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Apalachicola Riverkeeper v. Taylor Energy Company LLC

United States District Court, E.D. Louisiana

July 30, 2015



SUSIE MORGAN, District Judge.

Before the Court is Taylor's Motion for Summary Judgment on RCRA.[1] Taylor seeks summary judgment on two grounds. First, Taylor argues the RCRA does not apply to this action as a matter of law. Second, and in the alternative, Taylor argues the summary judgment record is clear that Plaintiffs cannot prevail on the merits. The Court addresses these arguments seriatim.

I. Applicability of RCRA

Taylor argues the RCRA is not the proper statute for challenging the offshore oil discharges alleged in this case. Taylor offers three arguments in support. First, "the terminology and specifics of RCRA make clear that it is not designed for the purposes that [Plaintiffs] seek to utilize it in this case."[2] As a preliminary matter, it is unclear whether Taylor argues the RCRA does not apply as a matter of law or instead attempts to invoke some inherent abstention power of this Court.[3] Nonetheless, because Plaintiffs have stated a facially plausible claim under the RCRA, [4] this Court is now subject to the "virtually unflagging obligation of the federal courts to exercise the jurisdiction given them."[5] Taylor cites no authority to establish that the Court cannot entertain Plaintiffs' RCRA claims as a matter of law or that the Court has discretion to decline to hear them.

Second, Taylor argues this citizen suit is inappropriate, because the Administrator of the EPA bears the chief responsibility for enforcing RCRA. Even accepted as true, this premise does not support dismissal. As this Court previously recognized, "Congress expressly defined the limited circumstances under which... RCRA [citizen] suits may be barred."[6] None of these circumstances is present in this case. Taylor's argument essentially reads the citizen-suit provision out of the RCRA in direct contravention of Congressional intent.

Third, Taylor argues the RCRA claim is duplicative of Plaintiffs' CWA claim. In support of this argument, Taylor cites Section 6905(b) of the RCRA, which requires "[t]he Administrator... [to] avoid duplication, to the maximum extent practicable" between RCRA regulation and government regulation under, inter alia, the CWA.[7] As a preliminary matter, this provision is directed to the Administrator of the EPA, and Taylor cites no precedent for applying it to a citizen suit. More importantly, the defendant bears the burden of establishing the RCRA anti-duplication provision applies.[8] Taylor's ipse dixit falls well short of carrying this burden.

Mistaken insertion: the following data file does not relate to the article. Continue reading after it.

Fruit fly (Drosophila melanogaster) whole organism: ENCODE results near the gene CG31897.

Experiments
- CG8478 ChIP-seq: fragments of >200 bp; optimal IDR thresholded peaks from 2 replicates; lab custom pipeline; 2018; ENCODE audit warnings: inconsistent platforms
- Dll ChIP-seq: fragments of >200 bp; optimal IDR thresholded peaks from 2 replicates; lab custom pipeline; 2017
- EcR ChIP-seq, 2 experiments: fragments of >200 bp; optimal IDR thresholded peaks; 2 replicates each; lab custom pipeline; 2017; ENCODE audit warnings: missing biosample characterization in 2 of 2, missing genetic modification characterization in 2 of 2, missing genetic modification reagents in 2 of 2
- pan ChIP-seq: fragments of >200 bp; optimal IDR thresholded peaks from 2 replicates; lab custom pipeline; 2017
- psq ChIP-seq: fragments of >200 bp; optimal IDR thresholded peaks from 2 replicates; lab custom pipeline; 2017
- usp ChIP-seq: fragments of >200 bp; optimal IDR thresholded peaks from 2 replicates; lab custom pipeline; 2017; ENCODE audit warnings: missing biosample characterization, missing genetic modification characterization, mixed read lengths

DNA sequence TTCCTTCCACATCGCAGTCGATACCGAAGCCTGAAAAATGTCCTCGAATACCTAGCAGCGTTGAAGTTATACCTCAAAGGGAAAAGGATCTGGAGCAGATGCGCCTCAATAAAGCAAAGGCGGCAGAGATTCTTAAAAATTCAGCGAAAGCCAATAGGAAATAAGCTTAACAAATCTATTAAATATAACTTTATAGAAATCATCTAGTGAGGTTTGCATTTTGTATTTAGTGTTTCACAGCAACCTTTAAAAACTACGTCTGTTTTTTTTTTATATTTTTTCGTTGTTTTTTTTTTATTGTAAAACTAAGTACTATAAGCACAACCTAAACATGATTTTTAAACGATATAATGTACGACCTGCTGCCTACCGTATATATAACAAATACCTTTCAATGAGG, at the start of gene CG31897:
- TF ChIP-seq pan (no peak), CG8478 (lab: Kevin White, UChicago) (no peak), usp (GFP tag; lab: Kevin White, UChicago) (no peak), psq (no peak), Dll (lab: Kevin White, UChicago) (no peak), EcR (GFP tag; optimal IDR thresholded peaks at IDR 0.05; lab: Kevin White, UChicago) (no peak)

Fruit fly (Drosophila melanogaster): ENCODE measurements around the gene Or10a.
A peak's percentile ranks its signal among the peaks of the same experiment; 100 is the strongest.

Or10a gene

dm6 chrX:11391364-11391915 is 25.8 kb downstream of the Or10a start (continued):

II. RCRA Claim on the Merits

Even if the RCRA claim is cognizable as a matter of law, Taylor contends Plaintiffs cannot meet their burden of proof at trial. To prevail in a "contributing to" citizen suit under the RCRA, a plaintiff must establish the following elements:

(1) that the defendant is a person, including, but not limited to, one who was or is a generator or transporter of solid or hazardous waste or one who was or is an owner or operator of a solid or hazardous waste treatment, storage, or disposal facility; (2) that the defendant has contributed to or is contributing to the handling, storage, treatment, transportation, or disposal of solid or hazardous waste; and (3) that the solid or hazardous waste may present an imminent and substantial endangerment to health or the environment.[9]

Taylor argues Plaintiffs cannot any establish any of these elements.

Regarding the first, Taylor contends it is not a "person" under the RCRA because it does not "generate" or "transport" solid or hazardous waste.[10] Taylor's argument belies a plain reading of the statute, which imposes liability "against any person ... including any... generator, ... transporter, or... owner or operator of a treatment, storage, or disposal facility...."[11] Use of the phrase "any person" modified by the word "including" demonstrates that "generator" and "transporter" are merely two examples of persons regulated by the statute-not conditions precedent to liability.[12]

Taylor also argues-albeit implicitly-that the second element of a RCRA claim is not met.[13] Specifically, Taylor argues the oil discharged from MC-20 does not constitute "solid waste" or "hazardous waste, " as required by the statute. Hazardous waste is a subset of solid waste.[14] The RCRA's definition of "solid waste" includes "discarded materials."[15] Because the statute does not define "discarded materials, "[16] courts have developed their own definition. In general, courts agree that "discarded materials" are those that have served or are no longer capable of serving their intended purpose.[17]

Applying this test, several courts have concluded that once leaked into soil or water, petroleum products constitute solid waste, because they are no longer capable of serving their intended purpose.[18] The Court finds the reasoning in these cases persuasive. Therefore, the Court holds the oil that has leaked from MC-20 may constitute solid waste if it is no longer capable of serving its intended purpose. Plaintiffs bear the burden of establishing this element at trial.[19]

Finally, Taylor contends Plaintiffs cannot prove the oil discharged from MC-20 "may present an imminent and substantial endangerment to health or the environment."[20] In order to prevail, Plaintiffs need not demonstrate actual harm so long as the threat of harm is present now.[21] Whether the oil from MC-20 creates such a threat is clearly a question of fact. Plaintiffs have submitted sufficient evidence to create a genuine factual dispute that must be resolved at trial.


There are genuine disputes of material fact that preclude the entry of summary judgment.


IT IS ORDERED that the Motion for Summary Judgment is DENIED.

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